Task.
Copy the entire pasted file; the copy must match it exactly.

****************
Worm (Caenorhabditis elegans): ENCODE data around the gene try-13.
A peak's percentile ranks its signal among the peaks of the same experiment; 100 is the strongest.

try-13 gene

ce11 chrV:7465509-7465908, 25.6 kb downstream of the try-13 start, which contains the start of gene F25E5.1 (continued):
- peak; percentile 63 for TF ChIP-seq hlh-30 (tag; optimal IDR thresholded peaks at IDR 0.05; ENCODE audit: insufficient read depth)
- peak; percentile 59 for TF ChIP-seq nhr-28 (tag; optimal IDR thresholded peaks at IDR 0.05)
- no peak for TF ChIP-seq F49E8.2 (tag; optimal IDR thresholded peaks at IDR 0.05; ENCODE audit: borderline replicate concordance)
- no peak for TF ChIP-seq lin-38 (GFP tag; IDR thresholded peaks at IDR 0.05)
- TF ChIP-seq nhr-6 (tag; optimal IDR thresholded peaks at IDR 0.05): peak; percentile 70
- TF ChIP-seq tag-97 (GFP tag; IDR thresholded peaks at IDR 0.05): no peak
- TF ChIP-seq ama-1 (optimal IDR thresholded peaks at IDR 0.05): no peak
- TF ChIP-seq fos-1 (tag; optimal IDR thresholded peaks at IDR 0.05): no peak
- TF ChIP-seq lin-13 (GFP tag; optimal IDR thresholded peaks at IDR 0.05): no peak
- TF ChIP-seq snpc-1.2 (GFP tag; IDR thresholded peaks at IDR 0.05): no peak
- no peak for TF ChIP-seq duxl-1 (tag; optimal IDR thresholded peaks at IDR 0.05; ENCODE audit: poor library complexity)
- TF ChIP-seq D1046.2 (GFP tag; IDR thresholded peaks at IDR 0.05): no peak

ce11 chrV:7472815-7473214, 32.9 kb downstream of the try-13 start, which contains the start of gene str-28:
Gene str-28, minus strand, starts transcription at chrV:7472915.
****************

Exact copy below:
Worm (Caenorhabditis elegans): ENCODE data around the gene try-13.
A peak's percentile ranks its signal among the peaks of the same experiment; 100 is the strongest.

try-13 gene

ce11 chrV:7465509-7465908, 25.6 kb downstream of the try-13 start, which contains the start of gene F25E5.1 (continued):
- peak; percentile 63 for TF ChIP-seq hlh-30 (tag; optimal IDR thresholded peaks at IDR 0.05; ENCODE audit: insufficient read depth)
- peak; percentile 59 for TF ChIP-seq nhr-28 (tag; optimal IDR thresholded peaks at IDR 0.05)
- no peak for TF ChIP-seq F49E8.2 (tag; optimal IDR thresholded peaks at IDR 0.05; ENCODE audit: borderline replicate concordance)
- no peak for TF ChIP-seq lin-38 (GFP tag; IDR thresholded peaks at IDR 0.05)
- TF ChIP-seq nhr-6 (tag; optimal IDR thresholded peaks at IDR 0.05): peak; percentile 70
- TF ChIP-seq tag-97 (GFP tag; IDR thresholded peaks at IDR 0.05): no peak
- TF ChIP-seq ama-1 (optimal IDR thresholded peaks at IDR 0.05): no peak
- TF ChIP-seq fos-1 (tag; optimal IDR thresholded peaks at IDR 0.05): no peak
- TF ChIP-seq lin-13 (GFP tag; optimal IDR thresholded peaks at IDR 0.05): no peak
- TF ChIP-seq snpc-1.2 (GFP tag; IDR thresholded peaks at IDR 0.05): no peak
- no peak for TF ChIP-seq duxl-1 (tag; optimal IDR thresholded peaks at IDR 0.05; ENCODE audit: poor library complexity)
- TF ChIP-seq D1046.2 (GFP tag; IDR thresholded peaks at IDR 0.05): no peak

ce11 chrV:7472815-7473214, 32.9 kb downstream of the try-13 start, which contains the start of gene str-28:
Gene str-28, minus strand, starts transcription at chrV:7472915.